So I avoid lying, mostly. At times, I probably go out of my way, blurting out my thoughts on issues where it would be better to keep silent. I actually love debating and, as any readers of this blog know, I love being a devil's advocate, so if someone says something that I see any reason to disagree with, I'm likely to actually voice that disagreement ... even if, in general, I agree with the overall sentiment.
That's not to say that I never lie, though.
For example, I have carried out the cultural myth-building around Santa Claus and the Easter Bunny for both of my children ... feeling some measure of guilt and confusion even as I have done so. It causes cognitive dissonance, but I do love Santa Claus, and can't imagine being the jerk who dis-spells that particular illusion in my children.
Probably the worst "real" lying I've done in recent years has been focused around one thing: food. I'm diabetic and regularly sneak food that isn't good for me, and I'll go out of my way to hide this from my wife. It's caused several fights, though, and she knows that the one thing she can't trust me with is food. My wife would prefer that I not be poisoning my body with sugary foods. (She's picky that way.) As such, this lack of self control - and the lying related to it - has actually led to some of the strongest tension in our marriage.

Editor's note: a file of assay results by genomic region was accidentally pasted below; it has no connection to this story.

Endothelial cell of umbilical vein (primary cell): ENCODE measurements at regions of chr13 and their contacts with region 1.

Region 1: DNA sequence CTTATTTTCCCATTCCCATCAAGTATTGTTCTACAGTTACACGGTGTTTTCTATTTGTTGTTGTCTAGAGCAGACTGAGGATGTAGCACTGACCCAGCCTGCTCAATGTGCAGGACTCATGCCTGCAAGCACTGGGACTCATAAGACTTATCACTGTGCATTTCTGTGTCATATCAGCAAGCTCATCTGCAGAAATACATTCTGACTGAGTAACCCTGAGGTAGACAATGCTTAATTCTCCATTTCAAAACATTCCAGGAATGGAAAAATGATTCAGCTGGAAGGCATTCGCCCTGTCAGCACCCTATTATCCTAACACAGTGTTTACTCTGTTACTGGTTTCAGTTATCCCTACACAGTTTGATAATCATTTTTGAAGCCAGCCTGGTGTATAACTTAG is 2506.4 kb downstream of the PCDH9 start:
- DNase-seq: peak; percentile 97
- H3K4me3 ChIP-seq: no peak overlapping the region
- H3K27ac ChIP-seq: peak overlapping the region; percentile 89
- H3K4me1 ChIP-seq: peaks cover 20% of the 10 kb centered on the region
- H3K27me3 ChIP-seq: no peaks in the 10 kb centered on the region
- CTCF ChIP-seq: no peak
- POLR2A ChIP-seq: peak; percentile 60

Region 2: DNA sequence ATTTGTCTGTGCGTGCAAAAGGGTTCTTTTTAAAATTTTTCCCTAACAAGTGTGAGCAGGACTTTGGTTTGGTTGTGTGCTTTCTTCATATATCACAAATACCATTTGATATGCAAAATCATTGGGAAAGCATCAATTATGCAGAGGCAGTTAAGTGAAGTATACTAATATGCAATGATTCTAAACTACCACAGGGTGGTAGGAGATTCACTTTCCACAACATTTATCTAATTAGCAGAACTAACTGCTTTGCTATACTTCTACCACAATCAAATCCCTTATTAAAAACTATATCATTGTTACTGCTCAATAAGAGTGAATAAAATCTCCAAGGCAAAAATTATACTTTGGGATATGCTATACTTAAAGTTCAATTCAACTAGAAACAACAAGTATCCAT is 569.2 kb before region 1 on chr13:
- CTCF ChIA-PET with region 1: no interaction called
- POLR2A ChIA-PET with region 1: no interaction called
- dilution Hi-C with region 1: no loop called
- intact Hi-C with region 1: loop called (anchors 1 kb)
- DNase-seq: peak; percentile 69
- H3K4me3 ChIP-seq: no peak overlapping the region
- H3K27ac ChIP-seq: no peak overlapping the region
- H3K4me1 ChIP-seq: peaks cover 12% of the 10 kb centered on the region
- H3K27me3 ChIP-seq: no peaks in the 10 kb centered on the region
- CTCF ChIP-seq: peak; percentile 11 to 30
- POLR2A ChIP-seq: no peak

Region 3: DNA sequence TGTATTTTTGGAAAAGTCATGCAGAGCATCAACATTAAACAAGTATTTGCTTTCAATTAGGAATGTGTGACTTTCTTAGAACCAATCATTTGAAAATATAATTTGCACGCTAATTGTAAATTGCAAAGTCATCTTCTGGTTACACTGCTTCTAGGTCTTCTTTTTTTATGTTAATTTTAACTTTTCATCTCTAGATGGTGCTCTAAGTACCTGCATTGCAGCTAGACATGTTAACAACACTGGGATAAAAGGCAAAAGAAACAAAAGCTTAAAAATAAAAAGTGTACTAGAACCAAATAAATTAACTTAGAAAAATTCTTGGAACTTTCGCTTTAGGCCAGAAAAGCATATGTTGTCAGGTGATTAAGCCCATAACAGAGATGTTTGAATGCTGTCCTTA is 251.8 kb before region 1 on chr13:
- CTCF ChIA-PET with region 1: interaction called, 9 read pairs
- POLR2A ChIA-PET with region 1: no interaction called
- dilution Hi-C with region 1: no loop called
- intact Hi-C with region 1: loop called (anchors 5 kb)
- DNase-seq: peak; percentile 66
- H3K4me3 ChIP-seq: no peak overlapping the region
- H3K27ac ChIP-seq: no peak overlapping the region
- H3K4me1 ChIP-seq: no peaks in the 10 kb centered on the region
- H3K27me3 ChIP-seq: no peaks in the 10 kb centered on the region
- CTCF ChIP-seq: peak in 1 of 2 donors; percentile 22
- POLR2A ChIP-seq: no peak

And that, ultimately, is Sam Harris' point in this essay - released exclusively on the Kindle as part of the Kindle Singles line of short e-books. Using primarily anecdotes and personal reflections, Harris makes his case that lying in any form erodes the trust that forms the foundation of any relationship. It's a compelling case, especially when he argues that even white lies erode trust.
But as I said in my Amazon.com review, the biggest problem is that in describing his approach of radical honesty, the scientific evidence isn't front-and-center, but rather takes something of a back seat to the anecdotes.
There are some discussions of the science, though. For example, Harris explains that evidence suggestions that the erosion of trust works both ways. Liars are actually more distrustful of the people they deceive than they would otherwise be. This revelation carries a bit less weight than it could have, though, because the research isn't described, it's only footnoted. For people like me who really enjoy hearing how these things are tested, it fell a bit short of my expectations.
However, if you've ever felt like you'd like to be more honest, to avoid the lying that seems so prevalent in our social conventions, Harris does make a compelling case that it is possible to live a kind and social life while avoiding any sort of overt dishonesty. It's not his best work, but it's still a fun (and quick!) read.
The other good news is that the essay is very cheap - only $1.99 at the time of this writing.